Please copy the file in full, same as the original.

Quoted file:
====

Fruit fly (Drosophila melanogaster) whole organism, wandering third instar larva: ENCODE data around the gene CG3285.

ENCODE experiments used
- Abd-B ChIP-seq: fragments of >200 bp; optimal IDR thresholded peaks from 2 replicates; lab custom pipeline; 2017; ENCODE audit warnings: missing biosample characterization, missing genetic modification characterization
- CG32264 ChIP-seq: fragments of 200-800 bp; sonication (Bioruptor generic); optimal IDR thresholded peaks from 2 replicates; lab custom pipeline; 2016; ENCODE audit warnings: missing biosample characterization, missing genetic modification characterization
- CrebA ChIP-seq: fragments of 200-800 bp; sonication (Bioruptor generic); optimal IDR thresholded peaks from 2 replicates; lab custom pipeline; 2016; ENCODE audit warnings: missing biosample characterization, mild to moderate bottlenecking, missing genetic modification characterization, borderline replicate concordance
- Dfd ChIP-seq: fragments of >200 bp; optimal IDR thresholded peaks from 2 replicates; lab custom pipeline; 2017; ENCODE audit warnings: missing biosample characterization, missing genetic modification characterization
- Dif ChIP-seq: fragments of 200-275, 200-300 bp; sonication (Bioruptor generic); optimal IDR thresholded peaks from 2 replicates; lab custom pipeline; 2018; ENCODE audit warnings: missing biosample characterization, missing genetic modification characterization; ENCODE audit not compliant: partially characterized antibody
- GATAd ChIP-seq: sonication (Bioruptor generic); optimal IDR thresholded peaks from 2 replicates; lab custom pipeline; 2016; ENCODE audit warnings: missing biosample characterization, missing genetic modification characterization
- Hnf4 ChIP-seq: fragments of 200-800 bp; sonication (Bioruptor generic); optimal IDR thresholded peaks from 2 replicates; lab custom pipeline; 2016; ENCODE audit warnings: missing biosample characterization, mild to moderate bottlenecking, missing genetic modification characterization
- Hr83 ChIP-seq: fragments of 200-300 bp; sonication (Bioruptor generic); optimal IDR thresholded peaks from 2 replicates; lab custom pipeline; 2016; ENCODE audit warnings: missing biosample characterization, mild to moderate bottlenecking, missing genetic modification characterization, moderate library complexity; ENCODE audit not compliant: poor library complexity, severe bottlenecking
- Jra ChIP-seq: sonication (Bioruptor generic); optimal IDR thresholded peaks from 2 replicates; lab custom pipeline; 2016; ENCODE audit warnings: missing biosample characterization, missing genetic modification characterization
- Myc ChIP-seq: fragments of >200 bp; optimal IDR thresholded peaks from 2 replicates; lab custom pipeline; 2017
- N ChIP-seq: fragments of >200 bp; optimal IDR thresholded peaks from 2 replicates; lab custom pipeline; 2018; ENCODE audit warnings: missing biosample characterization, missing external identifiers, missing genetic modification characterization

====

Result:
Fruit fly (Drosophila melanogaster) whole organism, wandering third instar larva: ENCODE data around the gene CG3285.

ENCODE experiments used
- Abd-B ChIP-seq: fragments of >200 bp; optimal IDR thresholded peaks from 2 replicates; lab custom pipeline; 2017; ENCODE audit warnings: missing biosample characterization, missing genetic modification characterization
- CG32264 ChIP-seq: fragments of 200-800 bp; sonication (Bioruptor generic); optimal IDR thresholded peaks from 2 replicates; lab custom pipeline; 2016; ENCODE audit warnings: missing biosample characterization, missing genetic modification characterization
- CrebA ChIP-seq: fragments of 200-800 bp; sonication (Bioruptor generic); optimal IDR thresholded peaks from 2 replicates; lab custom pipeline; 2016; ENCODE audit warnings: missing biosample characterization, mild to moderate bottlenecking, missing genetic modification characterization, borderline replicate concordance
- Dfd ChIP-seq: fragments of >200 bp; optimal IDR thresholded peaks from 2 replicates; lab custom pipeline; 2017; ENCODE audit warnings: missing biosample characterization, missing genetic modification characterization
- Dif ChIP-seq: fragments of 200-275, 200-300 bp; sonication (Bioruptor generic); optimal IDR thresholded peaks from 2 replicates; lab custom pipeline; 2018; ENCODE audit warnings: missing biosample characterization, missing genetic modification characterization; ENCODE audit not compliant: partially characterized antibody
- GATAd ChIP-seq: sonication (Bioruptor generic); optimal IDR thresholded peaks from 2 replicates; lab custom pipeline; 2016; ENCODE audit warnings: missing biosample characterization, missing genetic modification characterization
- Hnf4 ChIP-seq: fragments of 200-800 bp; sonication (Bioruptor generic); optimal IDR thresholded peaks from 2 replicates; lab custom pipeline; 2016; ENCODE audit warnings: missing biosample characterization, mild to moderate bottlenecking, missing genetic modification characterization
- Hr83 ChIP-seq: fragments of 200-300 bp; sonication (Bioruptor generic); optimal IDR thresholded peaks from 2 replicates; lab custom pipeline; 2016; ENCODE audit warnings: missing biosample characterization, mild to moderate bottlenecking, missing genetic modification characterization, moderate library complexity; ENCODE audit not compliant: poor library complexity, severe bottlenecking
- Jra ChIP-seq: sonication (Bioruptor generic); optimal IDR thresholded peaks from 2 replicates; lab custom pipeline; 2016; ENCODE audit warnings: missing biosample characterization, missing genetic modification characterization
- Myc ChIP-seq: fragments of >200 bp; optimal IDR thresholded peaks from 2 replicates; lab custom pipeline; 2017
- N ChIP-seq: fragments of >200 bp; optimal IDR thresholded peaks from 2 replicates; lab custom pipeline; 2018; ENCODE audit warnings: missing biosample characterization, missing external identifiers, missing genetic modification characterization